A letter to… Amy

Dear Amy,

I really didn’t want to retire.  I loved being a teacher because it kept me feeling young when I was surrounded by teenagers all day.  I didn’t have time to think about getting older, and I carried on teaching until I was 69, just after you died.  Your funeral was amazing, the chapel full of your friends, all of us touched by knowing you.

Not long after that I set out on foot from St. Jean Pied de Port to walk the Camino.  I did it partly to prove that I was still fit and active enough to undertake the challenge, but I also decided to dedicate each day to the memory of someone who would have loved to be able to walk alongside me.  I saved the last day for you.

Your determination to survive was awesome.  When I first met you, you were working towards your A level exams, deciding which university courses to apply for, having driving lessons and waiting for a lung transplant.  Despite the exhaustion caused by cystic fibrosis, diabetes and arthritis, you never gave up.  Some other students complained about the pressures and expectations of school, but you put pressure on yourself to succeed, always hoping that you would have a full and active future.  This was especially true after you received your transplant and, taking the minimum of time to recuperate, worked hard to make up for lost time.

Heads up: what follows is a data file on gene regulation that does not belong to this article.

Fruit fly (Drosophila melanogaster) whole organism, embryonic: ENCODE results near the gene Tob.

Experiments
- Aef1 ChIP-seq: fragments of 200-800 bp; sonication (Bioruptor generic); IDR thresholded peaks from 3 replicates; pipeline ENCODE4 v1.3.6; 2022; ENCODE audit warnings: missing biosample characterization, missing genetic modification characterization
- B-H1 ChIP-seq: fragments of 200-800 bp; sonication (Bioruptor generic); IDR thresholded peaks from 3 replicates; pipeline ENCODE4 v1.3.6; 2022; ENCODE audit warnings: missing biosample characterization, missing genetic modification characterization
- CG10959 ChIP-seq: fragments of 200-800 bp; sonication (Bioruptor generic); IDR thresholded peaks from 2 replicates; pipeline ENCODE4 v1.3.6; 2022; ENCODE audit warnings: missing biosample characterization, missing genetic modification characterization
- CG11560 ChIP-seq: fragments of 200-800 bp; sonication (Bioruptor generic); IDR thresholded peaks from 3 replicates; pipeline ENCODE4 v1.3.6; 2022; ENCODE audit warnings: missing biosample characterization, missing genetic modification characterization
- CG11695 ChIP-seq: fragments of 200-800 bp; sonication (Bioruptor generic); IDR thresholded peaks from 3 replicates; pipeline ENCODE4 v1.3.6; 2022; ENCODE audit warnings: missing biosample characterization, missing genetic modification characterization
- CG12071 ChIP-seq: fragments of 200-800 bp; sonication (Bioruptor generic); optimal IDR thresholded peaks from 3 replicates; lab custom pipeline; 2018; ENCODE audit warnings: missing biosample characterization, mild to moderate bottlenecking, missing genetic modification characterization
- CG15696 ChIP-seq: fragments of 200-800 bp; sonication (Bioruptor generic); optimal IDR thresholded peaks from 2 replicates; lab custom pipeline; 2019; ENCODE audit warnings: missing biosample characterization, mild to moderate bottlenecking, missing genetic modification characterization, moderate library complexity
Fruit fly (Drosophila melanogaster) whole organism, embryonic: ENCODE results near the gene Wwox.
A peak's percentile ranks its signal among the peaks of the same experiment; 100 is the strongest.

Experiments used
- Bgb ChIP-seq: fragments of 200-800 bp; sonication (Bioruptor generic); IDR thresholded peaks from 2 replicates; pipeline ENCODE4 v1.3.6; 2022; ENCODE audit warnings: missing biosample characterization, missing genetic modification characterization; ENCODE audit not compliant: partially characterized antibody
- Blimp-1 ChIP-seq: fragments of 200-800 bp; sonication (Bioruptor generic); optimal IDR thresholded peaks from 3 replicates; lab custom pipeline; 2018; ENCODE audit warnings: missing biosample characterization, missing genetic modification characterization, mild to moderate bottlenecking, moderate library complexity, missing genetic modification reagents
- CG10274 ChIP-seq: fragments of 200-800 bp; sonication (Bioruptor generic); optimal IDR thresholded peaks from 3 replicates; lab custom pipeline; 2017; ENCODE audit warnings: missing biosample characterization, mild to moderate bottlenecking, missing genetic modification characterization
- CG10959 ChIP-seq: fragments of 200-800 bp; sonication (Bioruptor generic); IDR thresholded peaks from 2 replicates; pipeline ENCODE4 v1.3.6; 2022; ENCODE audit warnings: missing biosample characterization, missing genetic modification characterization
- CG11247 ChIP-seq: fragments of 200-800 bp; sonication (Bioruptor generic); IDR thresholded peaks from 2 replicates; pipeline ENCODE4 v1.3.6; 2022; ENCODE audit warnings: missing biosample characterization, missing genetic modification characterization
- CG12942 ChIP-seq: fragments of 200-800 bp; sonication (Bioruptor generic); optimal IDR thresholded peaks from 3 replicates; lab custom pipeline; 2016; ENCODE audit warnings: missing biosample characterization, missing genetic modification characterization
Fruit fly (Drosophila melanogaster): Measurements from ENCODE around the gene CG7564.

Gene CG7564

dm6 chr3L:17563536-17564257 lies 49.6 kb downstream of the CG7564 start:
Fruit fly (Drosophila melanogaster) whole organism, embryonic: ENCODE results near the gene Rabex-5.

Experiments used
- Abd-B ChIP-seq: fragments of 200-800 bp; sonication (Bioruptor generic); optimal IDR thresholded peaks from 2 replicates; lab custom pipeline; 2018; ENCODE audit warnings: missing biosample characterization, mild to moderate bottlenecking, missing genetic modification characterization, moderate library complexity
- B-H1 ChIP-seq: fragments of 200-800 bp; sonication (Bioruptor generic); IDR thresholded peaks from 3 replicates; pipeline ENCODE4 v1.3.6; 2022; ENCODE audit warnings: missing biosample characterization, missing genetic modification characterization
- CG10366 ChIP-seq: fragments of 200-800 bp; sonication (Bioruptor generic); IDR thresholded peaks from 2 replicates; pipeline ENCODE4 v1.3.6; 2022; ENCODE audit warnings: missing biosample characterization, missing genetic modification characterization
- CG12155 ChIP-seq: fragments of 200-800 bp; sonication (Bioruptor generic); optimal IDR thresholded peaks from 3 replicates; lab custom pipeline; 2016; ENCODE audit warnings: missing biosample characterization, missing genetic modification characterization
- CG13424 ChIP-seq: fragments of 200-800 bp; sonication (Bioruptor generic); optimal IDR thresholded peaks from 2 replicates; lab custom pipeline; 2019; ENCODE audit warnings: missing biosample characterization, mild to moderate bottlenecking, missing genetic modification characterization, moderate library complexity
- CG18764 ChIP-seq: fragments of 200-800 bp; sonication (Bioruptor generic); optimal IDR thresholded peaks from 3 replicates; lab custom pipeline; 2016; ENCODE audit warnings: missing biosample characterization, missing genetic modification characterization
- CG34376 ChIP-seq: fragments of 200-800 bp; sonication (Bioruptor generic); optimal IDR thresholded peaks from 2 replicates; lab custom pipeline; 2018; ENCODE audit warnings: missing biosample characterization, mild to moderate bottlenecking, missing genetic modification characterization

As I stuck plasters on my blisters, trudging up hills to Alto de Perdon and O’Cebreiro, I reminded myself how lucky I was to be fit enough to be walking the Camino.  Yes, I was tired and my feet hurt; I suffered from heat exhaustion and got soaked in a rainstorm; my sciatica played up, and bedbugs were a nightmare; sometimes it was hard to put one foot in front of the other.  All these problems were, however, trivial in the greater scheme of things.  They were temporary – the sun came out, the blisters healed and, after a good night’s sleep in a clean and comfortable albergue, I was ready to face another day (albeit preferably with no steep hills to climb!).

Amy, you would have loved to have felt energetic enough to climb the hills of Northern Spain, to have had enough breath to appreciate the eucalyptus woods of Galicia, to have had the stamina and endurance to walk into the Plaza Obradoiro at the culmination of the Camino journey – to experience the satisfaction of a physical challenge met and a pilgrimage completed.  You passed your A levels and your driving test and made it to university, but your amazing determination was not enough to support your failing health and you died at 18 – far, far too soon.

Those who attended your funeral were inspired by your struggle.  I thank you now for teaching me not to focus on my advancing age, as I contemplate the process of decline and the inevitability of approaching death, but to live life to the full every day whatever the limitations of my body.  You were given a humanist funeral since your family said you had no religious belief, but I hope that you are surprised to find yourself enjoying a new phase of existence with St. James and the whole company of saints in Heaven.

A Pilgrim

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